Performance is rarely what is most important about the sexual experience, and worrying about performance can spoil it. Being in the moment allows you to appreciate the closeness you feel during sex with your partner. This helps you to work together at achieving mutual sexual satisfaction. Indeed, sexual satisfaction ultimately relies on each partner’s ability to take responsibility for their own arousal and orgasm. Partners aren’t mind readers and need help to offer each other the pleasure they both seek.

Arousing women

The difference in women’s sexual response can lead some partners to question their technique.
So many factors influence women’s responsiveness that they may be extremely quick to arouse to orgasm(s) on some occasions and very slow at other times. Stimulation of the clitoris is what usually leads to women’s orgasms, but how soon to begin clitoral touch varies. Most women like to be at least a little aroused before clitoral stimulation begins. Moreover, prolonged clitoral stimulation can become uncomfortable, and variation in pressure or position may be needed on different occasions or even from one minute to the next.
For men who have developed a reliable technique for self-stimulation, this can be bewildering – why do women keep wanting to alter pressure, have a different spot touched, use a different technique? Understandably, men can feel hurt when their partners ask them to change what they just seemed to be doing successfully.
Unlike men, women don’t experience a ‘point of inevitability’ – when orgasm is unavoidable – so stimulation may need to continue as the orgasm begins and even beyond, or the woman’s arousal can abruptly stop. Those women who like to have multiple orgasms may want stimulation to continue indefinitely or require a different kind of stimulation to climax again. As this is such an individual experience, which can vary from one occasion to the next, it is understandable that getting it right can cause anxiety.

Vaginal orgasm

Another issue affecting many couples is the idea that women should orgasm during intercourse and that their partner should be responsible for their orgasm.
Sometimes, partners feel guilty if the woman doesn’t climax and the woman feels under pressure to orgasm to make her partner feel good. Despite this, many couples don’t talk about their lovemaking or what they could do to enhance it. In particular, women are often reluctant to ask partners for more, or any, clitoral stimulation in case it makes the partner feel inadequate. Instead, they may fake orgasm to please their partner. Ironically, studies also show that many women are more interested in feeling close and connected when they make love than in attaining an orgasm every time. However, the pressure on both of the couple to achieve the climax may inhibit their feelings of closeness and connection.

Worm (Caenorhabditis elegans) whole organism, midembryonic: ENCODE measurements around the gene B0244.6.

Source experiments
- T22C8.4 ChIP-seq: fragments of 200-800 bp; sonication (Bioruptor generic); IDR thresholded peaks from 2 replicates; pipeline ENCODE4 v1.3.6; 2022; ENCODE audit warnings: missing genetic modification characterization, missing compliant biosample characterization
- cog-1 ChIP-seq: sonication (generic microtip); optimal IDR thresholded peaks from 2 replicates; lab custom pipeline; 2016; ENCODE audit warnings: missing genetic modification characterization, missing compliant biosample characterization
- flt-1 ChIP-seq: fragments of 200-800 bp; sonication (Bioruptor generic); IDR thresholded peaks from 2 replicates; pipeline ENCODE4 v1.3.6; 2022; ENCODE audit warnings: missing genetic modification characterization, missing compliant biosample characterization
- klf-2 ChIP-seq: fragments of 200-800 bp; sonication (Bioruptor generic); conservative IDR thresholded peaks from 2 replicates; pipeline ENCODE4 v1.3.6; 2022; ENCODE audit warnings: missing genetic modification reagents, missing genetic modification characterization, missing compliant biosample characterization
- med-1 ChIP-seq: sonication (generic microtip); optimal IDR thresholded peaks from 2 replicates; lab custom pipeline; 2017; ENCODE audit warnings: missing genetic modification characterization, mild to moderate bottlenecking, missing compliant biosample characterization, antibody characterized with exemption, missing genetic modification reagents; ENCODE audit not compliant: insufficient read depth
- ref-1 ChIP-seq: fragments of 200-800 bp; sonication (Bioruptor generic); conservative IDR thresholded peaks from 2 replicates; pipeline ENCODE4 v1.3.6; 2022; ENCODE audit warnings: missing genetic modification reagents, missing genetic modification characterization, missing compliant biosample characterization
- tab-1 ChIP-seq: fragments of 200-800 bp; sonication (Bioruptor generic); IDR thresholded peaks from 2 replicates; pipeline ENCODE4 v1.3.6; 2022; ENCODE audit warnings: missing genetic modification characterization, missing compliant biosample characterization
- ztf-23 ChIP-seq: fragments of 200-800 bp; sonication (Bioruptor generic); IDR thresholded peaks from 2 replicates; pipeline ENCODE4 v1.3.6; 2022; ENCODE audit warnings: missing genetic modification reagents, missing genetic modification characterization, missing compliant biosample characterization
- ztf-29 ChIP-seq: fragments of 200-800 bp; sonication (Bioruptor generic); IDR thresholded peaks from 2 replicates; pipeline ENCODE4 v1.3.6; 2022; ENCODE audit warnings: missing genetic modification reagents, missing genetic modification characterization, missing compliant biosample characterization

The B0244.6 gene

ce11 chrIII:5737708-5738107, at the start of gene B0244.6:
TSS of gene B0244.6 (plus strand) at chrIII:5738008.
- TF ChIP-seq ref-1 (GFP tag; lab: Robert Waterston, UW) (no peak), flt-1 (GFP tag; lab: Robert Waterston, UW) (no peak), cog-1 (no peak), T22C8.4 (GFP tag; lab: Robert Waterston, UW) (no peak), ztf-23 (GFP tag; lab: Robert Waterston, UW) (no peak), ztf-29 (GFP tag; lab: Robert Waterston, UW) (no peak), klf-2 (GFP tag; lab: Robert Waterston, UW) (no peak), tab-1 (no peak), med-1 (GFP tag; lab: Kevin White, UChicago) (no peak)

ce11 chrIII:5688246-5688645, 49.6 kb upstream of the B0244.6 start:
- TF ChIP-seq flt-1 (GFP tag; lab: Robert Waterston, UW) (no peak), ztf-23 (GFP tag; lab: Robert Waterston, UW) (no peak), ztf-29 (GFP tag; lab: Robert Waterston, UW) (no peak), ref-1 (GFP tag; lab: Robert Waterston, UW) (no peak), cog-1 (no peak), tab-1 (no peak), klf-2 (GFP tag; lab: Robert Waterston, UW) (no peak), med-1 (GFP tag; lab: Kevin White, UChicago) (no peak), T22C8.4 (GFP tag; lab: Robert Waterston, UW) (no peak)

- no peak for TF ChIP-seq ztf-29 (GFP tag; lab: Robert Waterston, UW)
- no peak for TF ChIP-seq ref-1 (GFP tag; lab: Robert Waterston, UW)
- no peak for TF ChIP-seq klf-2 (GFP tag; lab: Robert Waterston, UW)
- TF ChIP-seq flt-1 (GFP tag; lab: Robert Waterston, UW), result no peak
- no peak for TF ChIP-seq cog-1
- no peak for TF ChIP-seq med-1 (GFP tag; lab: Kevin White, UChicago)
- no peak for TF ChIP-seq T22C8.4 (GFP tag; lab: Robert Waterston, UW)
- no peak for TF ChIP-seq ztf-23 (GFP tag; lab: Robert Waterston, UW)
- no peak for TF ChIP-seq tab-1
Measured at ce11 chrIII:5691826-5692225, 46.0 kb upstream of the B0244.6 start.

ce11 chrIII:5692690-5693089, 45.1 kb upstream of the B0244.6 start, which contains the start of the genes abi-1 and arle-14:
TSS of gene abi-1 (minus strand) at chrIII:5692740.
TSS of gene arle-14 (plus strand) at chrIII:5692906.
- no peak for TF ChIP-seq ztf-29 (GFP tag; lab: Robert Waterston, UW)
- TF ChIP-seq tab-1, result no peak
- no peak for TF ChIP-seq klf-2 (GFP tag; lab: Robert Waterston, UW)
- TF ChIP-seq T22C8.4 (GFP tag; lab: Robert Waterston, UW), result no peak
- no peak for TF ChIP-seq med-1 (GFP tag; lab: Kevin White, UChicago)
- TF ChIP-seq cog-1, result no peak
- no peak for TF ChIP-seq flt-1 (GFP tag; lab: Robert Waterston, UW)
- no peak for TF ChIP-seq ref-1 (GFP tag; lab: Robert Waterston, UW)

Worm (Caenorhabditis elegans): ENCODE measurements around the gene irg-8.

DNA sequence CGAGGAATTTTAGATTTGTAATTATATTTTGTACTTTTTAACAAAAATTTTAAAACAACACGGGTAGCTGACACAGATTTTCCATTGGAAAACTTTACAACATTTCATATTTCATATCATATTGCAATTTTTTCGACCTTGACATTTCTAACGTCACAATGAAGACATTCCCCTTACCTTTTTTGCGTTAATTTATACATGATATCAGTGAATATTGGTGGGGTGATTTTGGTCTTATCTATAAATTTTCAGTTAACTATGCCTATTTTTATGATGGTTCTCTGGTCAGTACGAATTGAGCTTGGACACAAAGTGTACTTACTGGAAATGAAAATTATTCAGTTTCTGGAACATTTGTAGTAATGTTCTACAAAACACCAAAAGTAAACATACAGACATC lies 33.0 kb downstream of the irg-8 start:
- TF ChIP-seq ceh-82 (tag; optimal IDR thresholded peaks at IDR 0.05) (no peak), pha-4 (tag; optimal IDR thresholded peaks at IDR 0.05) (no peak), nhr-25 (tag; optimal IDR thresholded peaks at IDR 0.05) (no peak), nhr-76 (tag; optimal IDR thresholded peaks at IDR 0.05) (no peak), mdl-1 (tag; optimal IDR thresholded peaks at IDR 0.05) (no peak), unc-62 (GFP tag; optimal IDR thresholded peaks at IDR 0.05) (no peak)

Expectations and fears

It is not only the way we behave which bothers many of us but also the way our bodies behave. It is quite usual to have some fears that our bodies will let us down or to be worried about whether our bodily functions and bodies are ‘normal’. Mild concern can become a preoccupation, however, so that we start observing our own performance during sex, a phenomenon known as ‘spectatoring’.
Spectatoring is associated with high anxiety and anticipation of failure. You may be very sensitive to your partner’s opinion and on the lookout for criticism, which you may readily perceive. Spectatoring itself causes the anticipated problems because it is impossible to relax and be in the moment when you are watching yourself or looking for hitches.

Banning sex

Simply agreeing that sex is off the agenda for a period of time will allow you to relax and appreciate kisses and cuddles without worrying about what comes next. This is often so enjoyable that couples are keen to break the sex ban and resume intercourse early.
However, it is worth sticking with it, as you will probably emerge from the period of sexual embargo with a completely different, more positive attitude to touch and even to your relationship overall. Starting from scratch allows you to break bad habits, learn about your bodies and embrace strategies which enable you to deal with problems as they arise. Discovering how to be ‘in the moment’ also helps banish performance fears and helps you to relax and enjoy sexual touch so much more when you make love.